A successful legal case backed by the UNISON public services union means that employers will no longer be able to mistreat workers who take part in union-organised workplace disputes. UK law had previously prevented employers from sacking staff, but not from disciplining or making life difficult for them. The employment appeal tribunal (EAT) case was taken by care worker Fiona Mercer against the Alternative Futures Group. She had been involved in a long-running dispute and was disciplined, suspended, and prevented from going into work by her employer. The EAT said that UK law was not compliant with Article 11 of the European Convention on Human Rights.
Legal case delivers better protection for striking workers
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In January the vpod public services union won an important case for live-in (24 hours) care workers. The federal court ruled that 24-hour carers, who are placed in private households by temporary employment agencies, must be covered by the labour code. Previously, these workers had no protection which meant no limit to working hours and no rights to rest or time-off because the labour code didn’t apply to working arrangements in private households. The union will continue to campaign for live-in care workers’ rights as the ruling does not apply to those directly employed by households.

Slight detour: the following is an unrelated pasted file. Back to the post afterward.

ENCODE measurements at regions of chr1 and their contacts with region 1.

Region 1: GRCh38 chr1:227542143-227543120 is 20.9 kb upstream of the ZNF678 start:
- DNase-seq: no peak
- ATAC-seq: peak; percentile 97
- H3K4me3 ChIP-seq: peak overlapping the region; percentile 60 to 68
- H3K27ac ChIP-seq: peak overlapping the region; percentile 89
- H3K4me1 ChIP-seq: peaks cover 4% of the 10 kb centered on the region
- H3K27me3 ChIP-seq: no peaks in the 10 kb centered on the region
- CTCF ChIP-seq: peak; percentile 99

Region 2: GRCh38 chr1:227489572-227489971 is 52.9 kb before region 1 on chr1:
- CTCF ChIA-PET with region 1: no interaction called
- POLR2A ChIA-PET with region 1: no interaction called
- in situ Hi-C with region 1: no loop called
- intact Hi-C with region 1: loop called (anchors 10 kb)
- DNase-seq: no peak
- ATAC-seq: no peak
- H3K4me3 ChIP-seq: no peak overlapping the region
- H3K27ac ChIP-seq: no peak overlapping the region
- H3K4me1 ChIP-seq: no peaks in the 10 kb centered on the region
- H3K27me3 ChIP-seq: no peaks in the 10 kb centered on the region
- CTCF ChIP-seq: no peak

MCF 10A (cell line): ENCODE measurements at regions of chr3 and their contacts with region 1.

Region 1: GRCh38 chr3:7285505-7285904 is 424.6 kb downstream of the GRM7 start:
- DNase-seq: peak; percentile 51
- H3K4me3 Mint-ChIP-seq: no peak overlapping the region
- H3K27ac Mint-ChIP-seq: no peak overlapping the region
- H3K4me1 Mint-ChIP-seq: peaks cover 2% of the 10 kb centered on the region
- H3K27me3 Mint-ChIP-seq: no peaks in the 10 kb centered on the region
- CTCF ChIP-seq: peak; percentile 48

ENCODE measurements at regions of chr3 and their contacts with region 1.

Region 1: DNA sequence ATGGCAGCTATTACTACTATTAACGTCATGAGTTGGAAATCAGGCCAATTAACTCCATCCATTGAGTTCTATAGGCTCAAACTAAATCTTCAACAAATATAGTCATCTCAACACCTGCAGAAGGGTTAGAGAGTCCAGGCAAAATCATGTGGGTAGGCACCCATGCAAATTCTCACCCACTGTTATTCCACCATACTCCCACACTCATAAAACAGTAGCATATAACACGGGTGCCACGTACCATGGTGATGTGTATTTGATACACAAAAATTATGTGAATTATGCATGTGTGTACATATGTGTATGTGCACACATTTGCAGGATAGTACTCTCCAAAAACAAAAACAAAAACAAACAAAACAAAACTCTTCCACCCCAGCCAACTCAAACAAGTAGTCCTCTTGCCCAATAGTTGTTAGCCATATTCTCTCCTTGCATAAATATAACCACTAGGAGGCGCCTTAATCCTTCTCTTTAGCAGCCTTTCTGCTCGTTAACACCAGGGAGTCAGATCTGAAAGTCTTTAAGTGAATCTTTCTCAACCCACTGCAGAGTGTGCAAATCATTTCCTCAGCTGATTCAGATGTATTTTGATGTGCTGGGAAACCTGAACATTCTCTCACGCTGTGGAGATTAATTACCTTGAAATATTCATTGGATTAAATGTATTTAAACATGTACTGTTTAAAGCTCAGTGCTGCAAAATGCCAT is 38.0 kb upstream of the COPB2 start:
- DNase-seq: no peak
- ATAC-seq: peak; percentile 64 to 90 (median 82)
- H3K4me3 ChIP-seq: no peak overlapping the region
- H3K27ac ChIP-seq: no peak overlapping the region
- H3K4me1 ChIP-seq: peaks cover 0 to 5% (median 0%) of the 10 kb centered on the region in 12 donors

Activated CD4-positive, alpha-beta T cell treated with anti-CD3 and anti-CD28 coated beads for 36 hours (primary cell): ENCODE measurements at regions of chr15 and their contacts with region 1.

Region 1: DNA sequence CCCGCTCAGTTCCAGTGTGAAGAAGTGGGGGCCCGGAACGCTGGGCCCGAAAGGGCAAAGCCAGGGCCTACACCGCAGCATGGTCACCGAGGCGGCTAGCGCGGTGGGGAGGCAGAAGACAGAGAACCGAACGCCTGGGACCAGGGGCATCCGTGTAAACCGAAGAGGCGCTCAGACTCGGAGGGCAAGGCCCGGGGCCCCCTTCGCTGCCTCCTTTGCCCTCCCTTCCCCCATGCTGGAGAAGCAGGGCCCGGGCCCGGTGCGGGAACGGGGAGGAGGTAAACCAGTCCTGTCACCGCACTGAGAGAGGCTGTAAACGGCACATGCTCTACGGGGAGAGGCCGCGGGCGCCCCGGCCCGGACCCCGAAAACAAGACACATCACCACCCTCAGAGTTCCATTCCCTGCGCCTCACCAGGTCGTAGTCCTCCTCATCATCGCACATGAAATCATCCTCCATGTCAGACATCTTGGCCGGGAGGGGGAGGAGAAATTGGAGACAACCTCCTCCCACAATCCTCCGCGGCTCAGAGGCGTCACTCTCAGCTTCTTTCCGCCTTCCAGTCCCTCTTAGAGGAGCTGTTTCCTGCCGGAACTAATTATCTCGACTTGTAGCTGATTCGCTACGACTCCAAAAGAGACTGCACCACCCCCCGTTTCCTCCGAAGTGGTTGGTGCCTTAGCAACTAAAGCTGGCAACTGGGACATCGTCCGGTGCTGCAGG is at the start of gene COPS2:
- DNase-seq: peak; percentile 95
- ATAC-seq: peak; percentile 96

The ETUC and European Trade Union Federations, including in particular the construction (EFBWW) and foodworkers (EFFAT) have attacked MEPs for voting to water down provisions of the Enforcement Directive. The Directive is intended to provide greater protection for posted workers but the European Parliament’s Employment and Social Affairs Committee (excluding the Socialists and Democrats and European United Left-Nordic Green Left) endorsed amendments that undermine the legislation. Posted workers could be denied the minimum wages and standards (including collective agreements) of their host
Public services union Unison is continuing to support a key case affecting outsourced workers that is now going to the European Court of Justice. The union argues that workers transferred to the Parkwood company by Lewisham Council in South East London have the right, under the Transfer of Undertakings Regulations (Acquired Rights Directive) to continue to benefit from pay increases negotiated as part of the national local government agreement. The outcome of the case has implications for thousands of other workers across the sector. [Read more at > Unison (EN)->http://www.unison.org.uk